Most Sherries are made using the Palomino Fino grape variety and are fermented dry before fortification. There are a few sweet styles out there, however, the most famous of which is the luscious, syrupy Pedro Ximenez, made from the grape variety of the same name.
Sherry pairs remarkably well with food, especially the lighter, drier, biologically aged styles, which are the perfect accompaniment to traditional Spanish tapas dishes of the same region. On a hot day, a chilled Fino works as an aperitif, while a Pedro Ximenez should be reserved for after dinner.
Port is a sweet fortified wine, made from grapes grown in the Duoro region of Portugal. Historically, the wine enjoyed great success in England, its higher alcohol content and sweeter nature making it a perfect match for the English palate.
While we tend to think of Port as a fortified red wine, rosé and white styles are also produced, albeit in much smaller quantities. Of the many grape varieties allowed in the production of Port, the most commonly used are: Touriga Nacional, Touriga Franca, Tinta Barroca, Tinta Roriz (Tempranillo), Tinta Cão, and Tinta Amarela.
The sweet flavor of Port is achieved by stopping alcoholic fermentation using aguardente, leaving residual sugar in the wine. Like Sherry, it can be classified into different styles including those that are fruity and intended to be drunk young (Ruby and Reserve Port), those that have been aged (Tawny and Aged Tawny), and those made from stand-out vintages which benefit from further bottle aging (Vintage).
The heavier, sweet nature of Port mean that it is commonly paired alongside cheese or consumed as a post-meal digestif.
Madeira is a fortified wine native to the Portuguese islands of the same name. The wine is made in a variety of styles from dry to sweet and its unique flavor comes from sustained exposure to heat during the aging part of the winemaking process.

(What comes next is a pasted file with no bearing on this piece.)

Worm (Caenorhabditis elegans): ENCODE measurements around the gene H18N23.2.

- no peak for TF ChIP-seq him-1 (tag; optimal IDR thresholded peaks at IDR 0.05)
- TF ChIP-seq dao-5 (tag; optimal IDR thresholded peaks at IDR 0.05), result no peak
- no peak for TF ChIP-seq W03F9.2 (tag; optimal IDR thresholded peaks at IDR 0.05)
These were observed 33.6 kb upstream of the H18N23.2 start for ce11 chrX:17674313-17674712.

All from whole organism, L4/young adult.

These effects were first discovered during the age of sea exploration, when unsold wine that was to be traded returned to the islands, where winemakers realized that the wine’s flavor profile had changed dramatically.
Nowadays, Madeira is heated under much more sophisticated, controllable conditions in the winery and wines also undergo some oxidization and mild pasteurization.
Dry Madeira can be consumed alone as an aperitif, while sweeter styles are much better paired with desserts. (Learn more in "How To Pair Wine With Dessert")
Marsala is named after the city in which it is produced on the Italian island of Sicily. This fortified wine can be made in a range of styles from dry to sweet, using white or black grape varieties. The white grape varieties commonly used to produce Marsala are Grillo, Inzolia, and Catarratto while black varieties used are Perricone, Calabrese, Nero d'Avola and Nerello Mascalese.
Marsala wines are classified into a variety of different styles, depending on sweetness, color of grapes used and duration of aging. In Sicily, the wine is typically served as an aperitif, with dry versions also a popular pairing alongside cheese, fruits or pastries.
Fortified wines are usually served before dinner or after, they are strong, sometimes sweet, but always hot. Try your hand at one today.